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The Last Days of the Lacuna Cabal [Paperback]



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Amazon.com: 2.7 out of 5 stars  6 reviews
1 of 1 people found the following review helpful
5.0 out of 5 stars Intricate and audacious, but the author pulls it off Sept. 24 2009
By avoraciousreader - Published on Amazon.com
Format:Paperback
Last Days of the Lacuna Cabal
by Sean Dixon, 2009

Intricate and audacious, but the author pulls it off 5*

I'm seldom genuinely sad to see a book come to an end, but I had become so engrossed in the lives of the crew of unusual women (and token boys) who make up the Lacuna Cabal Montreal Young Women's Book Club (in the words of Du, "an intense little book club") that I felt like a kid moving out of town and losing his circle of friends, or maybe more aptly, a traveler heading home after the brief but intense camaraderie of the road. The characters were not all terribly likable, but were interesting, quirky and human

Now there are two extremes of stylistic ideal. In one, the writing is so transparent that one hardly notices it. Nothing seems to come between the reader and the characters, setting and action. This style seems so natural that one imagines it is effortless, but of course takes great skill and effort. If this is your favored read, approach this book with trepidation!

Then there is writing where the style itself is front and center, in your face, and "Last Days..." certainly falls toward that end of the spectrum. The conceit of the book is that it is written by two of the members (or former members) of the Club, Jennifer and Danielle, and their auctorial voice is sometimes clear as they address us directly in their own name(s), sometimes implicit in the narrative [e.g., "Do you remember when we mentioned the backpack that Neil found back in Chapter One?", p.71]. At other times, the narrative appears straightforwardly third person, yet the question of just how the narrators know, for instance, what a character was thinking at some moment, is never far from view -- and such considerations are often addressed directly. The narrative is self conscious, but seldom devolves into the merely precious. That this is a stylistically different book strikes us from the very beginning, where there is what we can later interpret as a hastily whispered conference between the two 'authors' as to the epigraph (or 'epitaph' as one accidentally calls it).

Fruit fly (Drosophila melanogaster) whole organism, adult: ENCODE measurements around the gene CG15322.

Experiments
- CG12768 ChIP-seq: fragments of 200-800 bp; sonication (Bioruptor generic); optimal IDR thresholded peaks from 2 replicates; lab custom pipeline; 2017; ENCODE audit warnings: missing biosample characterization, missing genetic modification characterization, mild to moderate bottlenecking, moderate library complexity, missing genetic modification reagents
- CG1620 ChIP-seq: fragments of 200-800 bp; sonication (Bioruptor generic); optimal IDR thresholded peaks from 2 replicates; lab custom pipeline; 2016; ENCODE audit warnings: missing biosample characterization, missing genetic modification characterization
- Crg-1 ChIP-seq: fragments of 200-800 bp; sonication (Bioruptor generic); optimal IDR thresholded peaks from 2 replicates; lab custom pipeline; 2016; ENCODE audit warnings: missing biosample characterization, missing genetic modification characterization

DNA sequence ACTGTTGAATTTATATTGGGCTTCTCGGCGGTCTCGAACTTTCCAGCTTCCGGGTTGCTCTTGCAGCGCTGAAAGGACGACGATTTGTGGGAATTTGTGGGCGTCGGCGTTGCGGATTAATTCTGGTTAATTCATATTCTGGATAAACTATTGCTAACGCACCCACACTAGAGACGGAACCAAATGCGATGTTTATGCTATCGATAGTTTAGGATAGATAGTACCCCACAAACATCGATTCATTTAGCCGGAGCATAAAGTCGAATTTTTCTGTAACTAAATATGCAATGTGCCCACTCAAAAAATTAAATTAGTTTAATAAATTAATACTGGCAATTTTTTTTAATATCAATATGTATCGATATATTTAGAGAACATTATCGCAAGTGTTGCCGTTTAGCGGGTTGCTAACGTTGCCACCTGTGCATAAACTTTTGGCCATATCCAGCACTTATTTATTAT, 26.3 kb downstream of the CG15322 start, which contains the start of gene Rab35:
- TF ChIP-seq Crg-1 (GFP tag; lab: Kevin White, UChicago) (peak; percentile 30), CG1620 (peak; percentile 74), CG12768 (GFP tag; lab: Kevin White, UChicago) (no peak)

Here's an example of the sort of swerve that is constantly dished up: "{Runner Coghill] was almost weightless, with translucent skin, a haughty nose -- a pig nose, she sometimes called it in her own garment-rending arias of despair, which were private and known to us only because they were occasionally gossiped about in fits of envy of which we are not proud." Note that here we move effortlessly from a third person narrative, to an abstract first person, to an intimate first person ("we are not proud"); and there is also the concern with attribution, how the author/narrators know what they are reporting.

For those who think this sounds like reading "Last Days..." will be an exercise in intellectual analysis, let me just recommend that you simply read it straight through without stopping to ponder too much. What at first seems confusing should eventually begin to clear up as you get to know the characters and acclimate to the numerous swerves and differing viewpoints that Dixon throws at you. The ride is bumpy and unpredictable and can be unsettling or exhilarating depending on your frame of mind or maybe just the day you're having, but it'll be smoother if you relax and go with the flow. And if, like me, you are reluctant for the story to end, it's one of those books where you can comfortably go back to the beginning and start over again, with a now familiar crew of old friends. It's a tale best unraveled iteratively, rather than by stopping to obsess at each moment.

One complaint: the tablets that Neil carries around are constantly referred to as "stone". As far as I can figure out, the original tablets of the standard version of the Epic were baked clay. (And because of the 11-tablet nature, it is seemingly the standard version that is being used.) Cuneiform is a writing system intended for pressing with a stylus into clay (or wax, etc.), not chiseling into stone. Incidentally, the standard version was written down between 1300 and 1000 BCE, with other partial versions over the previous millennium (as with most epic literature, this is more a 'cycle' of connected stories than a single narrative), and whatever historical framework they are built on was maybe ~2500 BCE. Or did the author have some intent in switching from clay tablets to stone? If so, I can't divine it.